2. I do sales and photography, lol. And I’m a magician. This was dead on!

  3. I think psychology is another field that mesh with magic perfectly.

  4. What about a Waiter?

  5. Nathan Nokes on:

    A+ on that blog!!! I do specialized security and it makes total sense. We see things that the next guy does not.

  6. Nathan Nokes on:

    I think a waiter is up there to. The presentation is everything to people. people skills is a MUST in the restaurant business as well as in the art of magic, so I would say yes.

  7. i’m a mobile phone technician
    i fix iphone everyday
    and i’m also the fastest technician in the shop
    thanks to all the hard work training for sleights
    i know how to use my fingers very well

  8. I was a 100% sure that Croupier would be in the top 5, am I the only one to think that??

  9. Magic helps lawyer see through deception | Online Magic News – Ellusionist Street Magic Blog on:

    […] we missed an important career field in our recent post about which careers mesh with magic perfectly: Lawyer. That’s the sense we get after reading a report about a Las Vegas attorney’s new […]

  10. I laughed at the comment about magicians in sales.

    The “typical theatre guy” s**ts on your average magician in terms of creativity. An ignorant post about theatre, which is sad considering that most so-called magicians know zilch about such an important aspect of the art..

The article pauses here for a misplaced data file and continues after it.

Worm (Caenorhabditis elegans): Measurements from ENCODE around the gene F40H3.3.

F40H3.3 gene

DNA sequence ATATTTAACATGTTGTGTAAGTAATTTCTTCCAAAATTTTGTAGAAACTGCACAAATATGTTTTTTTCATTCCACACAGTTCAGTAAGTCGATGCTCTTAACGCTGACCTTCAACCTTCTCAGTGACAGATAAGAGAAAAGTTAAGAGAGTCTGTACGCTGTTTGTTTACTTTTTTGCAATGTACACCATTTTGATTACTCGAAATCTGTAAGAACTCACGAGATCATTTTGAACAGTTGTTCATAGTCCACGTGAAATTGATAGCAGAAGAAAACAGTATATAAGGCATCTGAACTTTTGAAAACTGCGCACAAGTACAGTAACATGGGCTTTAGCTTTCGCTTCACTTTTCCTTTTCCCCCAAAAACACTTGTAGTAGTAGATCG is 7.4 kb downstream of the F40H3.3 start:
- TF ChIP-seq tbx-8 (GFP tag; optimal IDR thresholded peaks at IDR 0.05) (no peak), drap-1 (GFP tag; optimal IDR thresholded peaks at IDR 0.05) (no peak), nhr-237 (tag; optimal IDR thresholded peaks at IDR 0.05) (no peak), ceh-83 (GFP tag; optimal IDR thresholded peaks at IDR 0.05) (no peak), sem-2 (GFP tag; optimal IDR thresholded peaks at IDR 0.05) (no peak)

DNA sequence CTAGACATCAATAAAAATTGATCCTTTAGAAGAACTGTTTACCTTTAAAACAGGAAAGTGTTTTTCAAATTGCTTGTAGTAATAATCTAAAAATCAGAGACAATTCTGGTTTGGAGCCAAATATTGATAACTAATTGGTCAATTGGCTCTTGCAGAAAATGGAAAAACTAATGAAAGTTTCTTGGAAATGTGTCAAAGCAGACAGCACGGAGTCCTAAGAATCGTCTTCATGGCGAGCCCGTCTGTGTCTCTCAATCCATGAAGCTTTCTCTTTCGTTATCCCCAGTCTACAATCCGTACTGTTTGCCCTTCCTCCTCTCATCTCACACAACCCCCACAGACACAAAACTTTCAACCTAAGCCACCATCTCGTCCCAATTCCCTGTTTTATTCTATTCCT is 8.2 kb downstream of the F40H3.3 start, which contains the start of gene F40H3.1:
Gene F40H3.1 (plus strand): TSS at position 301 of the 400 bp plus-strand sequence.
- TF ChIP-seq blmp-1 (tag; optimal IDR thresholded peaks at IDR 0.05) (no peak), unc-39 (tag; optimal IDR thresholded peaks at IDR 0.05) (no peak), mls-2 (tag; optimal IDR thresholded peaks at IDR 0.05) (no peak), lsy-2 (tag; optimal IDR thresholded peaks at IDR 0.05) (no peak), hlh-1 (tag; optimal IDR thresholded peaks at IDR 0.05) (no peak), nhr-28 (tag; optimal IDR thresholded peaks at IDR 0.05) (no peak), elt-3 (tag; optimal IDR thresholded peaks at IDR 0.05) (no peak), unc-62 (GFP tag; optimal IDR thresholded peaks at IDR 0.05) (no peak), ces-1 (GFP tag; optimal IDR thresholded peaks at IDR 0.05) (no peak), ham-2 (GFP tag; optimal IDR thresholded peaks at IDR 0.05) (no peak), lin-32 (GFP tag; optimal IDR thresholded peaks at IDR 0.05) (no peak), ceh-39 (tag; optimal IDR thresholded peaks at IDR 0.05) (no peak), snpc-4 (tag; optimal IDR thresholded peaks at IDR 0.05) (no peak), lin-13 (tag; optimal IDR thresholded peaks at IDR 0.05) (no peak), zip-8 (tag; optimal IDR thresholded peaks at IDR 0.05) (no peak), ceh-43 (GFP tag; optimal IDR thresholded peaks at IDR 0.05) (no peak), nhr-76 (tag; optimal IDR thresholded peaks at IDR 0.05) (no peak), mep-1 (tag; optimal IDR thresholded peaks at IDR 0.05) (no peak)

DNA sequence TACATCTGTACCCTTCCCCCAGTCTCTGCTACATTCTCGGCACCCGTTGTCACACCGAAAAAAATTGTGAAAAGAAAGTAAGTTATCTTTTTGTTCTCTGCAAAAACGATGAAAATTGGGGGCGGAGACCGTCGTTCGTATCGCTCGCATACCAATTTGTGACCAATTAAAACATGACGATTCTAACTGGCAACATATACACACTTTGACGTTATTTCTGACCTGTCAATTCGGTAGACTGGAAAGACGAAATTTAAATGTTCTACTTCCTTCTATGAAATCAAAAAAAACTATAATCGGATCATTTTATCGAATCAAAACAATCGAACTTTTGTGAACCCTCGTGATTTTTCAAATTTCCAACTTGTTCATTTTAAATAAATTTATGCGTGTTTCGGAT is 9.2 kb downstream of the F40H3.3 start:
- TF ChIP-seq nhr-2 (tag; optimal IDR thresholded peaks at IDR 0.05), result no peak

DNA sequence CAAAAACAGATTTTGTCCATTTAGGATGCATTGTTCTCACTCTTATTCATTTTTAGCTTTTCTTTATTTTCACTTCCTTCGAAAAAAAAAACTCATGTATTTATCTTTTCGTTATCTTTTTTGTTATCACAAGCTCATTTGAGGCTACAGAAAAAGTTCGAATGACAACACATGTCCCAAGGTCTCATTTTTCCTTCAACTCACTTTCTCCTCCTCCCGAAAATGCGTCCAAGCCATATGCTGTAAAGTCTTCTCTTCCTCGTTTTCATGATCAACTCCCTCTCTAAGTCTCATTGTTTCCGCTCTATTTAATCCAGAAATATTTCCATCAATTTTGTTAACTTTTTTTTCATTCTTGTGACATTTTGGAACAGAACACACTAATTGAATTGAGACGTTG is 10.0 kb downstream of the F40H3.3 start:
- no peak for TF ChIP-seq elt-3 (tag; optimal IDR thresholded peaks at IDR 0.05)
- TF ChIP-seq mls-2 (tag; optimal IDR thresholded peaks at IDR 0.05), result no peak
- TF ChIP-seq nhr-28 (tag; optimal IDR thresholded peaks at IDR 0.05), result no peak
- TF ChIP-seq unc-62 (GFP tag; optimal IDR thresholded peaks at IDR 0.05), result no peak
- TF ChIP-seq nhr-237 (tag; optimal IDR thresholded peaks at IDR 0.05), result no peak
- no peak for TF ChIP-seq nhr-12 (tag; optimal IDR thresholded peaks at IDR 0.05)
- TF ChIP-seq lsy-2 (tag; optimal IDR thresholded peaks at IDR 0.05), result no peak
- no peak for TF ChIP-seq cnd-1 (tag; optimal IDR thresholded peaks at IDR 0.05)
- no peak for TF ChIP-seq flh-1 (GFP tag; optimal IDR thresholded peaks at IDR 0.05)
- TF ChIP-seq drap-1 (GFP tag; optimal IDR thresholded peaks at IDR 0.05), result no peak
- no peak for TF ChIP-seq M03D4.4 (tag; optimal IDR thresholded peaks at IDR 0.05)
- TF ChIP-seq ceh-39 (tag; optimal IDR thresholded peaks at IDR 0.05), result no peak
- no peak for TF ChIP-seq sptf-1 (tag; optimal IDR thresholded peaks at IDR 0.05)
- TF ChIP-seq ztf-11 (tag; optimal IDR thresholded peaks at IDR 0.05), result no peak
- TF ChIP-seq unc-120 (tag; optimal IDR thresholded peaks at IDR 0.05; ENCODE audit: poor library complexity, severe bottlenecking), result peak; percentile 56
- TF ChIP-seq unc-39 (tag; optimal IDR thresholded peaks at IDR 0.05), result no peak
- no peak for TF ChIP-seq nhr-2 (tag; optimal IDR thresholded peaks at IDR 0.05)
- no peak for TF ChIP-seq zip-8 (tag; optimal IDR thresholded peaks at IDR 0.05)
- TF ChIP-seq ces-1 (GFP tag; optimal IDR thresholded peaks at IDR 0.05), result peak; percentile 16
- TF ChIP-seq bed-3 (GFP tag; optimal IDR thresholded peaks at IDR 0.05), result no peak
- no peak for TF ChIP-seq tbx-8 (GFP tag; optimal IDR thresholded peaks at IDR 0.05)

11. Croupier, Spy, Mathematician, Waiter, Car Sales, any form of demonstration job that has a counter to use..

  12. pauliemagic on:

    Bartender,there are thousands of bartenders out there and if you can do magic also,not only would you get hired first but you would make alot more tips.

  13. Hugh Jascok on:

    How about an amusement park / aquarium / zoo worker ?

  14. Private investigator. We’ve learned to be deceitful for good so it’s easy to catch people in lies. We also have the ability to think one step ahead of everyone else.

  15. well, im an engineer so i would include that in “scientist” 😛

  16. High school and middle school teaching. Definitely presentation based, and you always have an audience to practice a new trick on. Plus the school day ends in the early afternoon giving you time to commute further to night gigs.

  17. im a card dealer in a major casino, meshes well with magic, as well as songwriting and doing screenplays!

  18. haha this was incredibly correct, i started doing magic 4 years ago around the time i decided to go into a biology-based field in college so thats accurate for the “scientist” field for me

  19. Fonda Zenofon on:

    Your article is interesting:(I am a writer).
    Being in another field that matches or meshes with magic is an extra asset. It broadens ones outlook, gives depth to your performances, that somehow (magically), is sensed by your audience, etc. As writer I can write suitable patter for my magic shows. Come up with fresh adaptations and realize subtleties a few can possess and be impromptu.